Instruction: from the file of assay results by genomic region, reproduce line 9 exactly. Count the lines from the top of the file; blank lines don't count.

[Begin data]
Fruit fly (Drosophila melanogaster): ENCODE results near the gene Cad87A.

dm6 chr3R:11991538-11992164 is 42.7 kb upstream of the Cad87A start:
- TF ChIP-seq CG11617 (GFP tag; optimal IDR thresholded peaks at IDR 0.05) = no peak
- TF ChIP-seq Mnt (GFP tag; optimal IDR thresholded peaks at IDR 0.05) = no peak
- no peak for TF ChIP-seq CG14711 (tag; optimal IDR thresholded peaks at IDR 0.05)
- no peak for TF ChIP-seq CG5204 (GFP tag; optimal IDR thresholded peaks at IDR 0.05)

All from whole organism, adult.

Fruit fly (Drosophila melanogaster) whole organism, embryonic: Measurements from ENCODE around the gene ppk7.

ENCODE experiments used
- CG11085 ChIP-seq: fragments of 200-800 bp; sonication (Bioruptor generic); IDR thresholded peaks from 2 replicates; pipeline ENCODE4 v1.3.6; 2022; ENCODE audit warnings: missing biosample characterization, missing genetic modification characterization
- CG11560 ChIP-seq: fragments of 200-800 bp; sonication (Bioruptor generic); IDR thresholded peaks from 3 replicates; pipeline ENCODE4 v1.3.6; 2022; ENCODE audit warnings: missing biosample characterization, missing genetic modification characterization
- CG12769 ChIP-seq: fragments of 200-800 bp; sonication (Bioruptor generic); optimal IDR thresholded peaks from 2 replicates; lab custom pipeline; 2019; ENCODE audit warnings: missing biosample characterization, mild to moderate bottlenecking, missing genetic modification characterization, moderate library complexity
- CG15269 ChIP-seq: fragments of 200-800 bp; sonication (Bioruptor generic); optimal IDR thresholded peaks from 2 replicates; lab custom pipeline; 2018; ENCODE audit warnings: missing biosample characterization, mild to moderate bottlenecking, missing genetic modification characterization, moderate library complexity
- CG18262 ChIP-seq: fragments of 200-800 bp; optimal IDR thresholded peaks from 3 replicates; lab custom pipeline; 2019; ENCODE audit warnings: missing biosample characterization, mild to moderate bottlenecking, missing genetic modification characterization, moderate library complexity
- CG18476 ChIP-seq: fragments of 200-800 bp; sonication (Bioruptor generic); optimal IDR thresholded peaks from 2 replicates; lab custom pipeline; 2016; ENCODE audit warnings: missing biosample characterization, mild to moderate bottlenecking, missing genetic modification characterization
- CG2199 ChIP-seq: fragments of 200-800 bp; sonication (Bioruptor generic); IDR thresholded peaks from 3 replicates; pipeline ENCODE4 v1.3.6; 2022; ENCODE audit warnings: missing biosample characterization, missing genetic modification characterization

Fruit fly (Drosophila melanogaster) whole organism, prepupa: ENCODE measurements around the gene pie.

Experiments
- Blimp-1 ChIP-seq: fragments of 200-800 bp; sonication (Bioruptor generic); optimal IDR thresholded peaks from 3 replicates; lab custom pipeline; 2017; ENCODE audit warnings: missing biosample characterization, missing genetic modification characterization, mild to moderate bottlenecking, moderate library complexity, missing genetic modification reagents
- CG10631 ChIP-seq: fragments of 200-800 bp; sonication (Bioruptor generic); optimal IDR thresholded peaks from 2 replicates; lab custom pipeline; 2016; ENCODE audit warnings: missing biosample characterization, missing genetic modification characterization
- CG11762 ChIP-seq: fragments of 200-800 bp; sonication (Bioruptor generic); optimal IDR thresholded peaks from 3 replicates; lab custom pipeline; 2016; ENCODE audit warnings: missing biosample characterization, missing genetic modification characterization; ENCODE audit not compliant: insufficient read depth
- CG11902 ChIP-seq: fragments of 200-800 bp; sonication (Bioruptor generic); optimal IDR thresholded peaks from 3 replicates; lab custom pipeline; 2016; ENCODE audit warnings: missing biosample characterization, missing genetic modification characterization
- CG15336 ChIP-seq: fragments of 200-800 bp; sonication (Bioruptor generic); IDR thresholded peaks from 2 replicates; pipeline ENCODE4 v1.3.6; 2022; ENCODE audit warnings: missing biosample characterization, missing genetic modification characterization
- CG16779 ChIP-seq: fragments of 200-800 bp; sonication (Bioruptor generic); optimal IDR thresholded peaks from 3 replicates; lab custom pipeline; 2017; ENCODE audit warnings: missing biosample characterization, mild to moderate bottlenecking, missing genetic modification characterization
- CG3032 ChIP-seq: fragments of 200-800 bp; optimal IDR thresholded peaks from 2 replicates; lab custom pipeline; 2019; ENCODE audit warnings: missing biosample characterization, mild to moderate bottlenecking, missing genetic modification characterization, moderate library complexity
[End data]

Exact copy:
ENCODE experiments used